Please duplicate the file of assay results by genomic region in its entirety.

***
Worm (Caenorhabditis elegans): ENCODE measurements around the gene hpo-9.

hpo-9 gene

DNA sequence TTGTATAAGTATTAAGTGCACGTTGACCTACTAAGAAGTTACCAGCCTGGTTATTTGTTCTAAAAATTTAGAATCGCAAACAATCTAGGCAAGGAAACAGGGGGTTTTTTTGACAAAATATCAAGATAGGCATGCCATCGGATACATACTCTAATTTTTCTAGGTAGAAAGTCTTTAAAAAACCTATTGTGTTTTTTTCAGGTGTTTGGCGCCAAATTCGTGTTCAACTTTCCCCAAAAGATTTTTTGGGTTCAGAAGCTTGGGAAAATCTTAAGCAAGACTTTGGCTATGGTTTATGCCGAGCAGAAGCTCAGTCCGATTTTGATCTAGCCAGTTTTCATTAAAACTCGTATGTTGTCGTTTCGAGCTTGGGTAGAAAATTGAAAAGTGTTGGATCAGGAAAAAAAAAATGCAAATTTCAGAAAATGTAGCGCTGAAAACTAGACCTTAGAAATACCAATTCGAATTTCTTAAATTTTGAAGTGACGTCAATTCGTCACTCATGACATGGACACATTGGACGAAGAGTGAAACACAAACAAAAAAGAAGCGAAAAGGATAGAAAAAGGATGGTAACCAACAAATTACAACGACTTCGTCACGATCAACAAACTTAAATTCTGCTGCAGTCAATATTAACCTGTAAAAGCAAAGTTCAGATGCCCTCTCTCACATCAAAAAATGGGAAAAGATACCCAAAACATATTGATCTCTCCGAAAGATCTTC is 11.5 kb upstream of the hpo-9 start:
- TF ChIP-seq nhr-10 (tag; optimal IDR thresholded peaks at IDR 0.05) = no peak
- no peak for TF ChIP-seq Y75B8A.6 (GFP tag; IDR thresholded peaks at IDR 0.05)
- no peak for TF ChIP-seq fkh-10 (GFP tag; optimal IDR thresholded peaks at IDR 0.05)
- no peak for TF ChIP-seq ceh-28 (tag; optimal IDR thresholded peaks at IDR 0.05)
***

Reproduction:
Worm (Caenorhabditis elegans): ENCODE measurements around the gene hpo-9.

hpo-9 gene

DNA sequence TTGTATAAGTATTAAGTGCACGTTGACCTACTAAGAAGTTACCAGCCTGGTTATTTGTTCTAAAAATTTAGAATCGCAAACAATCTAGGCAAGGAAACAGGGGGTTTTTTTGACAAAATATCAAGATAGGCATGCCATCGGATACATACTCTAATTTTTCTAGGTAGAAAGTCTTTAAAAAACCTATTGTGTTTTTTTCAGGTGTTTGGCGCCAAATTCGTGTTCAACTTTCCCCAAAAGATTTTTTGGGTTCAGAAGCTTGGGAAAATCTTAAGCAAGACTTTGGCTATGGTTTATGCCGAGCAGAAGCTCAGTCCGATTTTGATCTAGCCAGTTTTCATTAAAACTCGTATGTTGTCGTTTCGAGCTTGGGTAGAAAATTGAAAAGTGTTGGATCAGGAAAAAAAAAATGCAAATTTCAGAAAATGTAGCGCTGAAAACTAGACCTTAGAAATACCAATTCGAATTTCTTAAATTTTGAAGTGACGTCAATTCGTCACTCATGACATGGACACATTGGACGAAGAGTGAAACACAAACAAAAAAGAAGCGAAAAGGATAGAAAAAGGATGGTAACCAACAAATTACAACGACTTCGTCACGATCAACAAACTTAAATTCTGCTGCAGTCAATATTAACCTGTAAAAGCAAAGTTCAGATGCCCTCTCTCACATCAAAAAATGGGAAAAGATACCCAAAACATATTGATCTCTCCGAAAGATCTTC is 11.5 kb upstream of the hpo-9 start:
- TF ChIP-seq nhr-10 (tag; optimal IDR thresholded peaks at IDR 0.05) = no peak
- no peak for TF ChIP-seq Y75B8A.6 (GFP tag; IDR thresholded peaks at IDR 0.05)
- no peak for TF ChIP-seq fkh-10 (GFP tag; optimal IDR thresholded peaks at IDR 0.05)
- no peak for TF ChIP-seq ceh-28 (tag; optimal IDR thresholded peaks at IDR 0.05)